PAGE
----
Rubenstein, Blanche (c. 1897–1969)
Rubenstein, Blanche (c. 1897–1969)
American who ran the famed Ritz Hotel in Paris with her husband and assisted the French Resistance during the Nazi occupation. Name variations: acted briefly as Blanche Ross; Blanche Rubenstein Auzello. Born in Manhattan, New York, around 1897; killed in Paris, France, on May 29, 1969; youngest of seven children (five girls and two boys) of Isaac Rubenstein and Sara Rubenstein; married Claude Auzello (a hotel manager), around 1924; no children.
The beautiful and spirited daughter of German-Jewish émigrés who had come to New York as newlyweds, Blanche Rubenstein decided early in life that she wanted to have a career rather than follow the path of her four sisters into matrimony. Her brother Sylvester, a film salesman, arranged an introduction for her at the Pathé movie studio, where she had roles in a few silents and also met and befriended actress Pearl White , star of the popular series The Perils of Pauline (1914). In 1923, White accompanied Rubenstein to Paris, where White hoped to jump-start her career, and where Rubenstein was to rendezvous with Egyptian Prince J'Ali Ledene, then her paramour. At their Paris hotel, however, Rubenstein caught the eye of Claude Auzello, the assistant manager. Auzello, a war hero, had trained as a lawyer, but opted for the hotel business after his discharge from the military. Eventually, Rubenstein gave up her prince and her film career to marry Auzello and take up permanent residence in Paris. The marriage was tumultuous almost from the beginning, primarily because of Auzello's desire to keep a mistress. Rubenstein finally came to accept her husband's dalliance, evening the score by occasionally reuniting with her prince.
While Auzello was negotiating to build a hotel of his own, he received an opportunity he could not refuse, that of assistant manager of Paris' premier hotel, the Ritz. Rubenstein did everything in her power to help her husband in his important new position, even changing her religion because of the Ritz's prejudice against Jews. Throughout the 1920s and 1930s, Rubenstein assisted her husband in the hotel, which hosted such luminaries as Ernest Hemingway, F. Scott Fitzgerald, J. P. Morgan, and Cole Porter. "The hotel was an incredible place," she later recalled, "the men stood out, sharp, brilliant, the women were beautiful, and everybody was rich." Rubenstein's own beauty and charm perfectly complemented her husband's managerial skills. She was particularly savvy at listening to the gossip among the clientele, which enabled her to anticipate their special needs. She also fostered personal relationships with the staff, who were more inclined to respond to a friend than an employer. With much credit due to his wife, Claude was promoted to manager of the hotel in the mid-1930s.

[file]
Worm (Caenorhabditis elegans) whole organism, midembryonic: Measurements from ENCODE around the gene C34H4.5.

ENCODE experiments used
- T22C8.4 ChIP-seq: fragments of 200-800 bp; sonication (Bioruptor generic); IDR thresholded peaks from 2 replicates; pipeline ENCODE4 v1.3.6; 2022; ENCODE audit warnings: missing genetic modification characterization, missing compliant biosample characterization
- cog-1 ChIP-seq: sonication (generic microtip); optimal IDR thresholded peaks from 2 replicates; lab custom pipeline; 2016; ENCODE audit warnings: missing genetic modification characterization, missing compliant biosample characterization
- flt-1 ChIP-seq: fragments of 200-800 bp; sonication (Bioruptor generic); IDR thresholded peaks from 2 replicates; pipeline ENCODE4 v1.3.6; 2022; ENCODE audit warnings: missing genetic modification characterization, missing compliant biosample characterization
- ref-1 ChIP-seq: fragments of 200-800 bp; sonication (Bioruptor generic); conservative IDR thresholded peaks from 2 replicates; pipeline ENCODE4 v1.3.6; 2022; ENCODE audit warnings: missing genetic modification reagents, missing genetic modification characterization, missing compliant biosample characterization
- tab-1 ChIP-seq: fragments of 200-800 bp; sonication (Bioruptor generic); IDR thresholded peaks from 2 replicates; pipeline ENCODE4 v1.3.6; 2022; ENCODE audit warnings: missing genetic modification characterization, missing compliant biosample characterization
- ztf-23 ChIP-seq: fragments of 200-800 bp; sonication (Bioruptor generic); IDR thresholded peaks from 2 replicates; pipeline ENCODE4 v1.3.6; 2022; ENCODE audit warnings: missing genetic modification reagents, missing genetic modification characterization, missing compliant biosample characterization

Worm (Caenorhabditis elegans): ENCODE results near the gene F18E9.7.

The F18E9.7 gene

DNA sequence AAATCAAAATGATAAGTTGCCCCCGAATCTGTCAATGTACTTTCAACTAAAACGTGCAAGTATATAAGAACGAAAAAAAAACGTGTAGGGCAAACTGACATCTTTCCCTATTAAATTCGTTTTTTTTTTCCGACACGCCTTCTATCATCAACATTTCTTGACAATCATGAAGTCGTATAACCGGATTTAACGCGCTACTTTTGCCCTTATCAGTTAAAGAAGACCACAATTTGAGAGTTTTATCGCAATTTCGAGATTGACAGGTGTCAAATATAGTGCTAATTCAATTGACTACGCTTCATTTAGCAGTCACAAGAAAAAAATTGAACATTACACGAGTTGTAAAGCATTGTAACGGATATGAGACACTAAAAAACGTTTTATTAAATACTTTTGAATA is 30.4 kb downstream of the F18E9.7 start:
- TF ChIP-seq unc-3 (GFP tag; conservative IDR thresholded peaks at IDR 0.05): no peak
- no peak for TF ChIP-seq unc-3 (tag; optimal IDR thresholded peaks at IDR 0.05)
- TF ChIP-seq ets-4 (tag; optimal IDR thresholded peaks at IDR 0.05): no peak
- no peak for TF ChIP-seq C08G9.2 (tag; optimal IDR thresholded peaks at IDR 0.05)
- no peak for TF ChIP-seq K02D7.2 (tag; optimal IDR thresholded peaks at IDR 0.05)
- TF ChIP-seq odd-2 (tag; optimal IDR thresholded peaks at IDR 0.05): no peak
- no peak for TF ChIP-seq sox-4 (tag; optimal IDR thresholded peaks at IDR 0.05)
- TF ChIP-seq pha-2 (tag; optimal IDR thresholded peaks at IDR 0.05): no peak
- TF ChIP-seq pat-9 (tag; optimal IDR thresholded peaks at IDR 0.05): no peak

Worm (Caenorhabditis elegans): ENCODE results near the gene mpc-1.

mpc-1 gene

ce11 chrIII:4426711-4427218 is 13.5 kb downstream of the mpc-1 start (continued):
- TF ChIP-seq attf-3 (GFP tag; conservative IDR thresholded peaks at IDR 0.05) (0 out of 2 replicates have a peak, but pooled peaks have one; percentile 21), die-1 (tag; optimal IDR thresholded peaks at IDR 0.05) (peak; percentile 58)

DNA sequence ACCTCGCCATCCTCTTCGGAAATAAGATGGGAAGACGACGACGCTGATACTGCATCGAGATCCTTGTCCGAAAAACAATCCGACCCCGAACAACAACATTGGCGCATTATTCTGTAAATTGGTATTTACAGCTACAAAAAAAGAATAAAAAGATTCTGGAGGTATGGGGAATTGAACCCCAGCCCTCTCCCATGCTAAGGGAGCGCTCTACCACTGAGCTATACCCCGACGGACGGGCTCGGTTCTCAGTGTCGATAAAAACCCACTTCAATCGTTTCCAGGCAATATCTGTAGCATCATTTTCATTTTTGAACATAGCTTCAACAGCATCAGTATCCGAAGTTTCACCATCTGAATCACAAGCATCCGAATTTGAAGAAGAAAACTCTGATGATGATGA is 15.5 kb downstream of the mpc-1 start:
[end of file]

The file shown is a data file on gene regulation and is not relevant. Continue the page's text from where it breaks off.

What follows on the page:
In the summer of 1939, with war inevitable, Claude worried about his wife's Jewish heritage and urged her to return home for the duration, but she stubbornly refused. Following the Nazi occupation of Paris, when the Ritz was taken over by German soldiers, Claude became involved with the French Resistance, relaying to them information he learned from the Nazi officers residing within earshot. Rubenstein, through her friendship with Lily Kharmayeff , a member of the French underground, also became involved as a messenger for the Resistance; she was caught and imprisoned several times. During her second incarceration, Blanche was shipped by truck to Fresnes, which was known to be the first stop en route to German labor camps. Charged with harboring enemies of Germany, aiding fugitives, and engaging in acts of terrorism, she was kept in isolation and questioned incessantly. After a month, the interrogations stopped, but Rubenstein heard shootings in the courtyard, and tortured yells through the corridors, causing her to believe she probably would be killed within a short time. What she did not know was that American troops had arrived in Paris, and the Germans were preparing to evacuate. When she was again questioned, she was told that if she named her friend Lily a whore and a Jew, she would be freed. Instead of betraying Kharmayeff, however, she blurted: "I am a Jew, not Lily. I was born on the east side in New York, the Jewish section. My name is Rubenstein. My parents came from Germany." The truth, coupled with her near-delirium from lack of food, led the interrogator to believe she was mad; thus, when her captors left the camp by truck, they left her behind. Rubenstein, realizing she was free, began trudging up the road toward the city.
Blanche was reunited with Claude, and together they witnessed the liberation of Paris, but the glory days of the Ritz were over. For the next 20 years, Rubenstein clung to the hope of recapturing the past, appearing each afternoon in the bar, wearing the latest fashion and keeping watch for her old friends to reappear. "It was her nature to believe she would soon get back everything the war years took away," said Claude. "It was not mine to be so optimistic."
During the 1960s, Rubenstein began suffering fainting spells and was forced to curtail her activities. Claude fell out of favor with the hotel owner, and slipped into a suicidal depression that went unchecked by those closest to him. On the night of May 29, 1969, he shot his wife with a German revolver he had found in the hotel following the liberation. He then turned the revolver on himself.
Marx, Samuel. Queen of the Ritz. Indianapolis, IN: Bobbs-Merrill, 1978.
Barbara Morgan , Melrose, Massachusetts